Understanding Exposures not Understood

RxForB3

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I'm currently reading Understanding Exposures (as recommended by many of you). So far I can't say I enjoy the author's writing. He seems very pompous, but then, that could just be me. Plus, while it felt like the beginning of the book was all about learning to shoot on manual, he VERY often states that he shot on aperture mode. AND despite his insistance on the "triangle," he seems to almost completly ignore ISO. I might not be to that section, though, I suppose. In any case, I've gleaned a few ideas to try, but there are at least a couple things I don't think he suitably explained (or I didn't understand them, or he will explain later).

First off, he keeps saying in reference to his photos that he pointed the camera to the sky (or some other portion of the photo), got the appropriate shutter speed for the aperture, then recomposed the picture. Maybe I should reread my manual, but I don't recall it saying specifically how to do this. Do I press the shutter halfway, hold it, frame the shot and go? If so, that doesn't seem too practical when using a tripod...

Second is the idea of how to focus with a large aperture (he uses f/22 a lot) such that everything is in sharp focus. He mentions setting the distance on the lens to 2 ft. or some such. However, on neither of my kit lenses do I see a designation of distance (nor, if I recall is there one on my 50mm f/1.8). First off, how does one determine which distance to focus with each lens (he gives only two examples with no explanation of how he came up with that), and second, without a distance option, how does one do this? I tried today while on my outing in Yakima Canyon (see my other post) and failed miserably.

Thanks for your help!
 

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I'm currently reading Understanding Exposures (as recommended by many of you). So far I can't say I enjoy the author's writing. He seems very pompous, but then, that could just be me. Plus, while it felt like the beginning of the book was all about learning to shoot on manual, he VERY often states that he shot on aperture mode. AND despite his insistance on the "triangle," he seems to almost completly ignore ISO. I might not be to that section, though, I suppose. In any case, I've gleaned a few ideas to try, but there are at least a couple things I don't think he suitably explained (or I didn't understand them, or he will explain later).

First off, he keeps saying in reference to his photos that he pointed the camera to the sky (or some other portion of the photo), got the appropriate shutter speed for the aperture, then recomposed the picture. Maybe I should reread my manual, but I don't recall it saying specifically how to do this. Do I press the shutter halfway, hold it, frame the shot and go? If so, that doesn't seem too practical when using a tripod...

Second is the idea of how to focus with a large aperture (he uses f/22 a lot) such that everything is in sharp focus. He mentions setting the distance on the lens to 2 ft. or some such. However, on neither of my kit lenses do I see a designation of distance (nor, if I recall is there one on my 50mm f/1.8). First off, how does one determine which distance to focus with each lens (he gives only two examples with no explanation of how he came up with that), and second, without a distance option, how does one do this? I tried today while on my outing in Yakima Canyon (see my other post) and failed miserably.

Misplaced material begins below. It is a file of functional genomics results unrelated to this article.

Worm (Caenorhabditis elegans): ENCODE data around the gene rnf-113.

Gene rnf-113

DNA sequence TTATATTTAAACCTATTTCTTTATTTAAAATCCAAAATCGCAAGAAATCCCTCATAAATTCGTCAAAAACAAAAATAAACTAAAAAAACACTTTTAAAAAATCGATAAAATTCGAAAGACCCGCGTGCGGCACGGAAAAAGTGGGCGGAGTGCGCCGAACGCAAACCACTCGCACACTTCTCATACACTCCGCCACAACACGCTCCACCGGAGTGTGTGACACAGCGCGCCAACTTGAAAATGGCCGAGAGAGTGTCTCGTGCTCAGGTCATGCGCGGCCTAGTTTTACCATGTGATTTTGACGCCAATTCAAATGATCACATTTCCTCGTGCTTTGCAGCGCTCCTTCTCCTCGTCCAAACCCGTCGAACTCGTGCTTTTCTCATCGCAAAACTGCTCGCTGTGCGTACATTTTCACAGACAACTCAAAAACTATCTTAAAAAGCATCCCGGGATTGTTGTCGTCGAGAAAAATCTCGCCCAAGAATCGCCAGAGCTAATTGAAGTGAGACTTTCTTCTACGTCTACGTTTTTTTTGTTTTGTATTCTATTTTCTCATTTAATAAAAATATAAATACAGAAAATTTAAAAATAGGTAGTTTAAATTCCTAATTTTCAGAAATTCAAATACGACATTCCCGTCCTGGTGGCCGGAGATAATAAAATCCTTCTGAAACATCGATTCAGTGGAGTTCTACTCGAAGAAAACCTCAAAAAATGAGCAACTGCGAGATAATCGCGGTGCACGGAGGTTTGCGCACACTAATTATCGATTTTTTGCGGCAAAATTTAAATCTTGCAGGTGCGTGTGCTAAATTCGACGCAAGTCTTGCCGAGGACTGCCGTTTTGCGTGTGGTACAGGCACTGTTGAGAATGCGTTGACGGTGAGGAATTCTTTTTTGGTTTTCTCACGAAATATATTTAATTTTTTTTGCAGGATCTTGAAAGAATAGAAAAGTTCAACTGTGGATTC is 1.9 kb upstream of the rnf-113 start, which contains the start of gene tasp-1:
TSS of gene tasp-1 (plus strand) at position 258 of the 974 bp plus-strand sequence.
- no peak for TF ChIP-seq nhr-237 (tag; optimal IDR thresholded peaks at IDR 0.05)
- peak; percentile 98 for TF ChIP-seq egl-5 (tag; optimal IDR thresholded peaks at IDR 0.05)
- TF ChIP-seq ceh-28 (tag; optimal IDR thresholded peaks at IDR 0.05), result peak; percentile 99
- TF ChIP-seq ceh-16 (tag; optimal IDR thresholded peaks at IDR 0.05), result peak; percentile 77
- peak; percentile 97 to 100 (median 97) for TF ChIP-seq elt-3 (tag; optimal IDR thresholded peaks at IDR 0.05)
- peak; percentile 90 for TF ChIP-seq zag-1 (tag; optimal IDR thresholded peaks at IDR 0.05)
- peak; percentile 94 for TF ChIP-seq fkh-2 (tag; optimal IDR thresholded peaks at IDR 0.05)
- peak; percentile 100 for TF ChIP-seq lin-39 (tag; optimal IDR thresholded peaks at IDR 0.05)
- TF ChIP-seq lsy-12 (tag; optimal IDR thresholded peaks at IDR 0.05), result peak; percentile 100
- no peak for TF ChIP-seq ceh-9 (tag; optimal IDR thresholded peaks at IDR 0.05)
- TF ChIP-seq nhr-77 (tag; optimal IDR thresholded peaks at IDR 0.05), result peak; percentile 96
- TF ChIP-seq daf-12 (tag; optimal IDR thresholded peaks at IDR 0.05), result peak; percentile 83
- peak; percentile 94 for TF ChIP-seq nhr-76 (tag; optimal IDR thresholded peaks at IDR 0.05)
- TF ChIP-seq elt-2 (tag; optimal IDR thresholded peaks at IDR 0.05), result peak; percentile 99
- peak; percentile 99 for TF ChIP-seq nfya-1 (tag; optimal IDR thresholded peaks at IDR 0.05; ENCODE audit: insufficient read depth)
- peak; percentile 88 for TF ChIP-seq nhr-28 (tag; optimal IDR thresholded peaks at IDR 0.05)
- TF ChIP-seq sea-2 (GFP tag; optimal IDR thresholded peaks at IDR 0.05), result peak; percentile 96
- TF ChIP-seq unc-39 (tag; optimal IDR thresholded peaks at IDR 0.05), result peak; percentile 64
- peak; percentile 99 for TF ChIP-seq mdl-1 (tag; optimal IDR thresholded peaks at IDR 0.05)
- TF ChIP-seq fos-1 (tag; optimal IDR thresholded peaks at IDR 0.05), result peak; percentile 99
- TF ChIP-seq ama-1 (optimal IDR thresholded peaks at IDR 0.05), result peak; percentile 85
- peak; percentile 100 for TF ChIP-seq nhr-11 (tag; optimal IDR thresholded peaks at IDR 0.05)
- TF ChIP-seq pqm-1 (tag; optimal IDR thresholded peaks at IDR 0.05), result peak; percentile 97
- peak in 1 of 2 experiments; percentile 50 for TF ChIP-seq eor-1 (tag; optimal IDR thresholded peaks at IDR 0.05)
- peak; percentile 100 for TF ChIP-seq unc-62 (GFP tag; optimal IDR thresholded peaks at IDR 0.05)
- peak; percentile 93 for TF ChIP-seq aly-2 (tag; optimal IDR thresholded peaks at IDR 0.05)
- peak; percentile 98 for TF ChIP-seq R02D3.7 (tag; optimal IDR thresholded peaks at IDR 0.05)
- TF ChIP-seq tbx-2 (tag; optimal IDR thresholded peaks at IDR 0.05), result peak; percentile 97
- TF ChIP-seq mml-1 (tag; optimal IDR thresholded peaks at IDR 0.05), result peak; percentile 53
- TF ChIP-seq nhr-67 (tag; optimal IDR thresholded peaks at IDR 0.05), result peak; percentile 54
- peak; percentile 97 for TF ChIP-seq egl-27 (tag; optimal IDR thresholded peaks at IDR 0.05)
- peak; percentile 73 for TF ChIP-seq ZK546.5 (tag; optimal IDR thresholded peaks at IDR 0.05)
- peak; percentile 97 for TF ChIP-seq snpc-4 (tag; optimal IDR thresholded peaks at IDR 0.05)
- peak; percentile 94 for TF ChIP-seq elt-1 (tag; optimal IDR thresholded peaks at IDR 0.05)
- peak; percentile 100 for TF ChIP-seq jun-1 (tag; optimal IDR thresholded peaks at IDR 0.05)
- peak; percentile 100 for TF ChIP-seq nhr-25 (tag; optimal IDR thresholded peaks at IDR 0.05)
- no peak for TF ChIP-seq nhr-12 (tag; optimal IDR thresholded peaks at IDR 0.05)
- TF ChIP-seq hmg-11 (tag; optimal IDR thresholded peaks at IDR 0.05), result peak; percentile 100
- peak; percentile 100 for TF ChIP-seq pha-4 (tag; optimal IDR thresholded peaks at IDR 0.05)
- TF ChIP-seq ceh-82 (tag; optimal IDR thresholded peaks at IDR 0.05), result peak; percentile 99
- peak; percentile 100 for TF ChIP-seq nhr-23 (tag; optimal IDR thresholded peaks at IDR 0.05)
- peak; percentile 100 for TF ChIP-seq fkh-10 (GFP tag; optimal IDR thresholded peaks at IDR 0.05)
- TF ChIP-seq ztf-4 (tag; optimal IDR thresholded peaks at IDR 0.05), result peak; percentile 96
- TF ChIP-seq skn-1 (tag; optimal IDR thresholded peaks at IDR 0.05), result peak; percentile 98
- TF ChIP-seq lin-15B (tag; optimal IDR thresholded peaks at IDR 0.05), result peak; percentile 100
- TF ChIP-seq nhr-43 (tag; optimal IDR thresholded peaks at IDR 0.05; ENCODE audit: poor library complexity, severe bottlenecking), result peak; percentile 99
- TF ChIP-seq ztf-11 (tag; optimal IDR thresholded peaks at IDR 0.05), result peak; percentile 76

Thanks for your help!

Predict the distance. But I do recommend you to use auto focus to set the focus point. I've missed lots of photographs by shooting by locking my focus via manual focus and lost focus after changing the focal length.
 

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And also, I didn't learn much from that book, because I've already understood the exposure triangle via online tutorials.
 
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RxForB3

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If I understand correctly, though, using autofocus to try to cover two objects (one close, one far away) would leave one very lacking. For instance, when I tried to photograph my sons stuffed Geicko Gecko using a backdrop of the Space Needle in the distance. If I focus on the Space Needle, the gecko would be out of focus because mostof the dept of field would be behind the needle. If I focus on the gecko, the needle would be out because part of the DOF is lost in front of the gecko. Correct?
 

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I'm currently reading Understanding Exposures (as recommended by many of you). So far I can't say I enjoy the author's writing. He seems very pompous, but then, that could just be me. Plus, while it felt like the beginning of the book was all about learning to shoot on manual, he VERY often states that he shot on aperture mode. AND despite his insistance on the "triangle," he seems to almost completly ignore ISO. I might not be to that section, though, I suppose. In any case, I've gleaned a few ideas to try, but there are at least a couple things I don't think he suitably explained (or I didn't understand them, or he will explain later).

First off, he keeps saying in reference to his photos that he pointed the camera to the sky (or some other portion of the photo), got the appropriate shutter speed for the aperture, then recomposed the picture. Maybe I should reread my manual, but I don't recall it saying specifically how to do this. Do I press the shutter halfway, hold it, frame the shot and go? If so, that doesn't seem too practical when using a tripod...